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Viable method for raising cabinet resonance further than would otherwise be possible using only two very common items!

mike7877

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I really enjoyed the two pairs of branded speakers I have right now when I brought them home. The first pair for a while longer than the second, though they both ended up disappointing me eventually (and for the same reason!)

I won't waste too much time building up to what you obviously already know this thread is about from the title - cabinet resonance. Resonances in the upper bass and lower midrange in particular were Pair 1's problem.

Pair 1 would get excited with the right snare at medium to medium-high levels (upper bass/lower midrange range),
Pair 2 was "better" in that its problems didn't show up until higher frequencies. Not better because it took significantly less than the snare energy of Pair 1 to start muddying up vocals just 250-400Hz higher. The resonance was remarkably low Q (excitable from more than just 383Hz and 534Hz, 370 and 562 were almost as problematic, and all the frequencies in between, plus many surrounding, though they were slightly less so....

I thought to myself "what to do, what to do?!", sans quotes.

First I'll tell you what I didn't do - what I didn't do, was change cabinet volume - I didn't want to throw off the tuning of either pair, but especially Pair 1 was important to not muck with. They're 2.5 ways with midbass drivers in separate compartments, each compartment sized and tuned to create a larger, more sophisticated sound than one typically expects from compact floorstanders, even in their price range. They extend effortlessly to below 40Hz, and, if a room they're in interacts with their sound in unfortunate ways, they are uniquely adaptable - the chamber tuned lower is ported to the front to allow for good dispersion in tighter places (compact, remember?). And if you're getting punched too hard in the chest with every kick, all you have to do is shove your bung in a hole (or 2!). I think I've said enough to explain why I don't want to change the volume of Pair 1 now.

Pair 2 is kind of funny in that its structure is made of constrained-layer-damped boards specifically designed to damp resonances. Multi-layer construction with some layers made of rubber or something... I can't remember anymore. Anyway, it is remarkably effective... right up to the point it starts being remarkably ineffective. What a problem for a sealed design! They definitely aren't short on bass or extension... and I really enjoy its quality and control. But with Q just a bit below 1, I can't imagine I can take too much of the (already limited) space away from the woofer and keep everything I like the way I like it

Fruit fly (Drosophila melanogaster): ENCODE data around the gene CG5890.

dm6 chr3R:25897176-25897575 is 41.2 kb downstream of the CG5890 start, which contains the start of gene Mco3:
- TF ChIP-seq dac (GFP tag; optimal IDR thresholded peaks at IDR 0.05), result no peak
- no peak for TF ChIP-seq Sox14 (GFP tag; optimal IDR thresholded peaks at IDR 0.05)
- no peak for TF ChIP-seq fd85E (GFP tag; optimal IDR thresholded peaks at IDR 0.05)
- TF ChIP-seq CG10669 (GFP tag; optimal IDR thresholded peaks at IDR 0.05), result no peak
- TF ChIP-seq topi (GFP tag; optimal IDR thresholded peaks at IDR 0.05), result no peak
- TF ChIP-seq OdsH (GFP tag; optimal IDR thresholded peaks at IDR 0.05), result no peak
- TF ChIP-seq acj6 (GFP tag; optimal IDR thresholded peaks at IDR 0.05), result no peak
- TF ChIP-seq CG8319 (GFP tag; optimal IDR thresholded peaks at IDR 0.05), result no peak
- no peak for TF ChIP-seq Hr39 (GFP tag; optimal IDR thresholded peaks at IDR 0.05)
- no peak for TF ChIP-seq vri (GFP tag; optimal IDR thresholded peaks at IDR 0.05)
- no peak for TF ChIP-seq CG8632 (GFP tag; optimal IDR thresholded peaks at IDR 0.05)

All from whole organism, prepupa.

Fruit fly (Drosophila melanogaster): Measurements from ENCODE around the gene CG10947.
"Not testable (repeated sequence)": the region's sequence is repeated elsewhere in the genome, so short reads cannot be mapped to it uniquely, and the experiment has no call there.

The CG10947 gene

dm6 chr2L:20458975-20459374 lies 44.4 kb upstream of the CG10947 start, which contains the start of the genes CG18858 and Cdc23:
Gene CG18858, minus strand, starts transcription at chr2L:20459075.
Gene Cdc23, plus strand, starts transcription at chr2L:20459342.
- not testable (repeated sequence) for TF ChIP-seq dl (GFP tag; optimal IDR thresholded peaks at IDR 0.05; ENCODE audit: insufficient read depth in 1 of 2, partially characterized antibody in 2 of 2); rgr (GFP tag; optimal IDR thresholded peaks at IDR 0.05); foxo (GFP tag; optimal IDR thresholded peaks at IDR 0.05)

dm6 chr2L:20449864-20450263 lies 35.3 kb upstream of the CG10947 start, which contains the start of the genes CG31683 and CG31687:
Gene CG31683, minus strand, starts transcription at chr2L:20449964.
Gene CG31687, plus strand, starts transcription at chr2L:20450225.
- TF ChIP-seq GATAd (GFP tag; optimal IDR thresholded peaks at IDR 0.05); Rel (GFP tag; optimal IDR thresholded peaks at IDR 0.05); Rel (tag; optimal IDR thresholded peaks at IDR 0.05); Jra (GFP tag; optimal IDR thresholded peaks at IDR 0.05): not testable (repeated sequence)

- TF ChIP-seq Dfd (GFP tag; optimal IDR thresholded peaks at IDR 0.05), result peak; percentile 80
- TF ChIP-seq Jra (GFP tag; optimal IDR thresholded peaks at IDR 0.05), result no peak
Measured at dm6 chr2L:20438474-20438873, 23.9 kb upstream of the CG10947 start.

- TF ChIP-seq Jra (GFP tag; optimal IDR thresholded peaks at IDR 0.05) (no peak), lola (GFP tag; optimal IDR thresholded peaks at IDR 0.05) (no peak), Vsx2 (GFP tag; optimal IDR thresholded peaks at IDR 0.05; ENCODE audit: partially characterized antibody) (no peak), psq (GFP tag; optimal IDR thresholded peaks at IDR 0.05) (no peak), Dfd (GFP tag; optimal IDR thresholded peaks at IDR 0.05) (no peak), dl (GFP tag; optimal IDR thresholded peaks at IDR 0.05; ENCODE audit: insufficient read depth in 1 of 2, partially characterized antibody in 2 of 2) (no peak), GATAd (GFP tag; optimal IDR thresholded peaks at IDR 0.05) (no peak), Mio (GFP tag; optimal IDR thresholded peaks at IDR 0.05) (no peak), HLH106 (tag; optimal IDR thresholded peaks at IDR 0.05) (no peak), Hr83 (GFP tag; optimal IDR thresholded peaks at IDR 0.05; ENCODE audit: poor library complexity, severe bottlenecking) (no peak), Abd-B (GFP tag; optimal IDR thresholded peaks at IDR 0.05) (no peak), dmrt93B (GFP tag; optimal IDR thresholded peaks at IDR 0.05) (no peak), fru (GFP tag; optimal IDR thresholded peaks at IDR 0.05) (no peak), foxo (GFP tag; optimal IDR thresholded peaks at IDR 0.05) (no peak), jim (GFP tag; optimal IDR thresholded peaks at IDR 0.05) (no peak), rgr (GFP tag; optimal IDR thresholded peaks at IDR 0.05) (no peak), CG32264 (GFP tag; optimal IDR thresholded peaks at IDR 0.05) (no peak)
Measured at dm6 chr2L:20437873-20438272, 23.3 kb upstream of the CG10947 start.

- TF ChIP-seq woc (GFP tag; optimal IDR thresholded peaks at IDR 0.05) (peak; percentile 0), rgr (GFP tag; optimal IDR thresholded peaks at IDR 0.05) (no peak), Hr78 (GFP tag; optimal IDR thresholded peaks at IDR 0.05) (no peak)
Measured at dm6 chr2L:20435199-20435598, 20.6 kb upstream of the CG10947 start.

The enclosures! Pair 1 and Pair 2...
Pair 1 made from (what I can tell) really dense, knot free hardwood boards 0.75" to 1.5" thick, randomized and glued in parallel.
Pair 2 made from that exotic stuff...

What I did was
1.) Got some long bolts and some really long nuts...
2.) Screwed one bolt (with lock-tight applied) into a long nut about 1"
3.) Screwed bolt 2 onto the other side of the long nut so that I had an adjustable-length metal rod.
4.) I screwed bolt 2 in enough to get the expandable metal rod inside the cabinet, placed the rod width wise in a good "lower cabinet resonance" spot, grabbed my two pairs of vice grips, and used one to hold the long nut in place, while I twisted the [free] bolt on the right, to expand my rod.
5.) When the rod was wide enough to reach each side of the cabinet, I made sure it was in the right place (there's a ratio or something stupid), and then
6.) I held the long nut in place with my vice grips to prevent it from moving, while I further expanded the rod by spinning the bolt on the right in the counter-clockwise direction. You really have to yank on it so that the compressive force placed on the rod by the enclosure is enough to keep the bolt from tightening itself over time from the vibrations of music.
7.) If you fail, your rod will shrink and fall down.
8.) Technically, you could use lock-tight on both bolts, but what if you want to remove it some day in the future without cutting up your hands again, but 4x worseq?

Note: You must understand torsion, and your muscles, and exactly where your hands are in that really cramped 7.75" wide box, because if you screw anything up, you're punching hard wood and sharp metal really hard, while awkwardly holding tools. It'll hurt!)


So that's what I did to my speakers. with 12mm bolts. It's been years since, and the resonances are still gone and nothing rattles around when I move my speakers. I haven't noticed any bulging, either.
This is with maybe MDF+rubber of 0.75 to 1.5" thick, and wood of 0.75" to 1.5" thick.
I usually keep my speakers between 30 and 40% humidity. For a couple weeks a year thing deteriorate to the point that they see 52-54% (relevant? Irrelevant? I'm sure if you live in 90% humidity and try this with 1/2" LDF junkers, they might just blow apart lol)


I recommend everyone do what I described above to their speakers if they have resonance problems and their speakers are made of thick, medium to medium high-quality boards.

Unless there are compelling reasons not to. I hope from this thread we'll find out if there are!


I haven't noticed any bulging!
 
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If you are looking for something to internally push against the 2 opposing speaker cabinet walls, maybe something like this is easier?

And here are a wide selection of threadlockers for all different types of applications, from high strength to removable/adjustable ones.
 
@mike7877 , do you have a picture that shows what you did?